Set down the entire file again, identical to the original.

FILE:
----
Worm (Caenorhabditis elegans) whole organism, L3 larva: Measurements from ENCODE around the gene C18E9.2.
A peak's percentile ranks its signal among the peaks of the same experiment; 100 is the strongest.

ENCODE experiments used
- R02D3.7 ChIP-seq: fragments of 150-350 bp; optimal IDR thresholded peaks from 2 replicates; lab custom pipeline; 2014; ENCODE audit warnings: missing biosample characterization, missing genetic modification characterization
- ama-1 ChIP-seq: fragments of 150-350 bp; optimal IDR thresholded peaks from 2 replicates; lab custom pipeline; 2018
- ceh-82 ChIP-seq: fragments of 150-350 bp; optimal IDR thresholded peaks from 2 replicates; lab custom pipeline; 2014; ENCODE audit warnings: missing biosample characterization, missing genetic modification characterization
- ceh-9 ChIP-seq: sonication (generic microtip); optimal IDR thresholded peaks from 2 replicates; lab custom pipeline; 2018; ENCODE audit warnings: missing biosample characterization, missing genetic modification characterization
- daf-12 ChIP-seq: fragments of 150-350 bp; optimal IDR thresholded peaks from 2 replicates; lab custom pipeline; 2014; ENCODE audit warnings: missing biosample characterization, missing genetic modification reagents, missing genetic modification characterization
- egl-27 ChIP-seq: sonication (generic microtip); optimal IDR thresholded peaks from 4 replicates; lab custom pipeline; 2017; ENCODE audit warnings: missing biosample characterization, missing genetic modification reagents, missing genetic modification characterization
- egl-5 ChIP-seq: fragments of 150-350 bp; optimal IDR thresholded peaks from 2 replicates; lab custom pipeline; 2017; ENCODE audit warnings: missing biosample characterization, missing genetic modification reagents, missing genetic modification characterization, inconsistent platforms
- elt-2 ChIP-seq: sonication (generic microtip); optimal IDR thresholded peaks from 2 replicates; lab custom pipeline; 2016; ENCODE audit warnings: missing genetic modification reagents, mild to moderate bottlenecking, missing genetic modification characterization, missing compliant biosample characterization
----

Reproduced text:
Worm (Caenorhabditis elegans) whole organism, L3 larva: Measurements from ENCODE around the gene C18E9.2.
A peak's percentile ranks its signal among the peaks of the same experiment; 100 is the strongest.

ENCODE experiments used
- R02D3.7 ChIP-seq: fragments of 150-350 bp; optimal IDR thresholded peaks from 2 replicates; lab custom pipeline; 2014; ENCODE audit warnings: missing biosample characterization, missing genetic modification characterization
- ama-1 ChIP-seq: fragments of 150-350 bp; optimal IDR thresholded peaks from 2 replicates; lab custom pipeline; 2018
- ceh-82 ChIP-seq: fragments of 150-350 bp; optimal IDR thresholded peaks from 2 replicates; lab custom pipeline; 2014; ENCODE audit warnings: missing biosample characterization, missing genetic modification characterization
- ceh-9 ChIP-seq: sonication (generic microtip); optimal IDR thresholded peaks from 2 replicates; lab custom pipeline; 2018; ENCODE audit warnings: missing biosample characterization, missing genetic modification characterization
- daf-12 ChIP-seq: fragments of 150-350 bp; optimal IDR thresholded peaks from 2 replicates; lab custom pipeline; 2014; ENCODE audit warnings: missing biosample characterization, missing genetic modification reagents, missing genetic modification characterization
- egl-27 ChIP-seq: sonication (generic microtip); optimal IDR thresholded peaks from 4 replicates; lab custom pipeline; 2017; ENCODE audit warnings: missing biosample characterization, missing genetic modification reagents, missing genetic modification characterization
- egl-5 ChIP-seq: fragments of 150-350 bp; optimal IDR thresholded peaks from 2 replicates; lab custom pipeline; 2017; ENCODE audit warnings: missing biosample characterization, missing genetic modification reagents, missing genetic modification characterization, inconsistent platforms
- elt-2 ChIP-seq: sonication (generic microtip); optimal IDR thresholded peaks from 2 replicates; lab custom pipeline; 2016; ENCODE audit warnings: missing genetic modification reagents, mild to moderate bottlenecking, missing genetic modification characterization, missing compliant biosample characterization